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Japanese police want to ban Tor, stop anonymous browsing

Japanese law enforcement wants to make it a lot harder to anonymously surf the Internet.


Kevin Collier

Internet Culture

Japanese law enforcement wants to make it a lot harder to anonymously surf the Internet.

According to Japanese paper The Mainichi, a leading national security agency is asking that Internet providers start blocking users who use Tor, the industry-standard free browser that masks your Internet protocol (IP) address.

Tor, originally developed as a project for the U.S. Navy, is now an easily accessible program that routes your signal through a few other users. That means that if someone’s trying to track you using your IP address—which normally identifies where you are and what Internet provider you’re using—it’ll come across as someone else’s.

The program is, by definition, amoral. Users might simply choose Tor because they value privacy. Other commonly cited reasons for using it range from avoiding detection by an oppressive government, to buying things on the Internet’s black market, to trading child porn with less chance of being caught.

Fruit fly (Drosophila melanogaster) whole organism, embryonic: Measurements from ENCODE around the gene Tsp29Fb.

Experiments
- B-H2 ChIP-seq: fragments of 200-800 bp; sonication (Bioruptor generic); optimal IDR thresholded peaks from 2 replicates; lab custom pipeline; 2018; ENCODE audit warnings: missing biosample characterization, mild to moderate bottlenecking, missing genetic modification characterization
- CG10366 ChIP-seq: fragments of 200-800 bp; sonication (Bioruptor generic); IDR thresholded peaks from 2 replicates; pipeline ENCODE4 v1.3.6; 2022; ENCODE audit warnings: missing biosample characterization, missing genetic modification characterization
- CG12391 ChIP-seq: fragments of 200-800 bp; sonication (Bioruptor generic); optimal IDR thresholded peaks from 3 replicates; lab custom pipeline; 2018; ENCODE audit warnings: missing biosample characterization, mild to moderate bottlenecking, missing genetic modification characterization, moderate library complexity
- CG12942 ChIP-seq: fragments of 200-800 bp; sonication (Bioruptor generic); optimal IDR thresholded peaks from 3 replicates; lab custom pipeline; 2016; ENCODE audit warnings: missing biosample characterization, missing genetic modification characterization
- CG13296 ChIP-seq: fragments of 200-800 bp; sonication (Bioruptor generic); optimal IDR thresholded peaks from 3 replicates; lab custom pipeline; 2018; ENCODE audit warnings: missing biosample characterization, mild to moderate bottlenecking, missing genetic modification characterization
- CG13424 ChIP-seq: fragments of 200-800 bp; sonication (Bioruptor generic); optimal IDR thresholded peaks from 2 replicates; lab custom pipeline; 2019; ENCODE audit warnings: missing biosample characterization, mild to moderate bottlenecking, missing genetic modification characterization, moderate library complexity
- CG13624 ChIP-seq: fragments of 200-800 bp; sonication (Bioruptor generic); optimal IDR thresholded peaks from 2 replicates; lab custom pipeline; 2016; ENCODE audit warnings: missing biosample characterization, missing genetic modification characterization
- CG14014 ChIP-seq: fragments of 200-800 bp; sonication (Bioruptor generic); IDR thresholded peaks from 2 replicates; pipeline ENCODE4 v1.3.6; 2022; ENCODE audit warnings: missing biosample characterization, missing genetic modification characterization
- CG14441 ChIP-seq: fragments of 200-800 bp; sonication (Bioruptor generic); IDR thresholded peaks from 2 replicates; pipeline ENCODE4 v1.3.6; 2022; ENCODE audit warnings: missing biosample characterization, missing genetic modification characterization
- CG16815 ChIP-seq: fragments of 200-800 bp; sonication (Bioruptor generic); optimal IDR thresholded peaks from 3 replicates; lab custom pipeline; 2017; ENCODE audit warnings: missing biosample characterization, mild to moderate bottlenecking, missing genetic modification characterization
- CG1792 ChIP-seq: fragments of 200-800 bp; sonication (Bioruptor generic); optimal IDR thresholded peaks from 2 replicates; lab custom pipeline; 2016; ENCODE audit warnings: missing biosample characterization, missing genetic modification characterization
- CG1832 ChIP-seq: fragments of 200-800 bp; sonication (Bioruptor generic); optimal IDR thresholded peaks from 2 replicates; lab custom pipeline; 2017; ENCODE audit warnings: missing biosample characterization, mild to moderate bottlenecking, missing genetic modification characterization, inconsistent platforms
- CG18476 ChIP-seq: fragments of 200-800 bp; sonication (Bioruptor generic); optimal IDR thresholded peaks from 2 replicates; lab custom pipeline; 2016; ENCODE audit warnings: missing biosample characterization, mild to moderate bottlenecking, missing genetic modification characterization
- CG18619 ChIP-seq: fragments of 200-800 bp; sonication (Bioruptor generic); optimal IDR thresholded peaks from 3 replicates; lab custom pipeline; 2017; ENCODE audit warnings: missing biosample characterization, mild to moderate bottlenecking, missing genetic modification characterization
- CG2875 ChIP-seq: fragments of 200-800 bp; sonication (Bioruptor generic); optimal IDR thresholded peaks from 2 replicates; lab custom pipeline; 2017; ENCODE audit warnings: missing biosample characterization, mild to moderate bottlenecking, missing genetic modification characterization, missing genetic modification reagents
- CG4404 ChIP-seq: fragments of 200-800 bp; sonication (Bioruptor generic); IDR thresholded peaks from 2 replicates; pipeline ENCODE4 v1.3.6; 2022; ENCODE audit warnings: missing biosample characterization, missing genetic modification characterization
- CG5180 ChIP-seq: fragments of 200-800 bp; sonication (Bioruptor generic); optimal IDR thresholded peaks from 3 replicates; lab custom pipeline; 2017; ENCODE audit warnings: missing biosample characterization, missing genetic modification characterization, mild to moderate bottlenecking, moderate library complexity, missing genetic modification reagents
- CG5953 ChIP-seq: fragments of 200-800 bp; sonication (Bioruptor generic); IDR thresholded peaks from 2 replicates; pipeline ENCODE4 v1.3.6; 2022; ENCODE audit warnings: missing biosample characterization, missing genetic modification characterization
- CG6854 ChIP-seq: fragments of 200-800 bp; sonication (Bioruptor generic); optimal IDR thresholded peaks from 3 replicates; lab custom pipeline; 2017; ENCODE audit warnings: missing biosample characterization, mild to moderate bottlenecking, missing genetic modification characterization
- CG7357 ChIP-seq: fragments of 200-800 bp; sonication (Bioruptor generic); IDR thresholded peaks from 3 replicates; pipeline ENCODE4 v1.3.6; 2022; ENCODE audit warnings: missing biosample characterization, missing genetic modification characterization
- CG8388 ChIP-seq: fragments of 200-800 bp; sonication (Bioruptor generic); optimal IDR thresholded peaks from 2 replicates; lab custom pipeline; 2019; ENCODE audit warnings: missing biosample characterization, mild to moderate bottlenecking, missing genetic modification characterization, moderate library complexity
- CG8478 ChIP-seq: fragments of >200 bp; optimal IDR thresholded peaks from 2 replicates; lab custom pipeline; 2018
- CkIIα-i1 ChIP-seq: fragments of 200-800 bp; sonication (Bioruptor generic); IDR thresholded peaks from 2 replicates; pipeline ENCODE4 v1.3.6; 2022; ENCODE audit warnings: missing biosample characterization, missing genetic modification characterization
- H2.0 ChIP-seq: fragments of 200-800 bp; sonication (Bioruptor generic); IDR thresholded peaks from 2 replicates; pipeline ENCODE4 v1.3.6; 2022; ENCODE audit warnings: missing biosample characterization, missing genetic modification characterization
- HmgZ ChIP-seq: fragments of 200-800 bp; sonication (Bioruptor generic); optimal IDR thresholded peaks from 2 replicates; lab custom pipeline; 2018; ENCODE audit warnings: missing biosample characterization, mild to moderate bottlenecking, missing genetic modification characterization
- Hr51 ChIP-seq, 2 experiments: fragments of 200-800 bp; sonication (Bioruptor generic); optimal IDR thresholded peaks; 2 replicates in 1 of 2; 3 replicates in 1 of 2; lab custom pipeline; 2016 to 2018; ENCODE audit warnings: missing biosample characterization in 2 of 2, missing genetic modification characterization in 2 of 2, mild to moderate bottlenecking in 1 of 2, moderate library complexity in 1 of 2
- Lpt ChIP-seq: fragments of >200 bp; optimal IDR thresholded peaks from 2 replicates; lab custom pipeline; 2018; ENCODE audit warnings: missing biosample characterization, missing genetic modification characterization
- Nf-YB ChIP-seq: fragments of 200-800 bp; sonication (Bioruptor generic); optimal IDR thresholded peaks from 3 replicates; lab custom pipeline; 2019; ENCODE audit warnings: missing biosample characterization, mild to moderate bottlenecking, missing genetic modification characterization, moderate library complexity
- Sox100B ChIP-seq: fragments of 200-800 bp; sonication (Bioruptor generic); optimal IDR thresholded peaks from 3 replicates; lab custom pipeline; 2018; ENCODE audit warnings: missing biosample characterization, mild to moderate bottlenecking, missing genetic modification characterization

Japan’s National Police Agency (NPA) is focusing more on those second two. Concluding an April 18 report, it’s requesting the country’s Internet providers block access to Tor. 

As Wired noted, Japanese law enforcement might have a particular vendetta against Tor. Hacker Yusuke Katayama, going by the name Demon Killer, embarrassed police for months as they fruitlessly searched for him by his IP address—apparently unaware he’d been using Tor the whole time.

For the time being, it doesn’t look like a ban will actually happen. The NPA’s request isn’t binding, and one industry source told The Mainichi that “Communication privacy is our lifeline” and “We won’t be able to accept such a request.”

Photo via Wikimedia Commons

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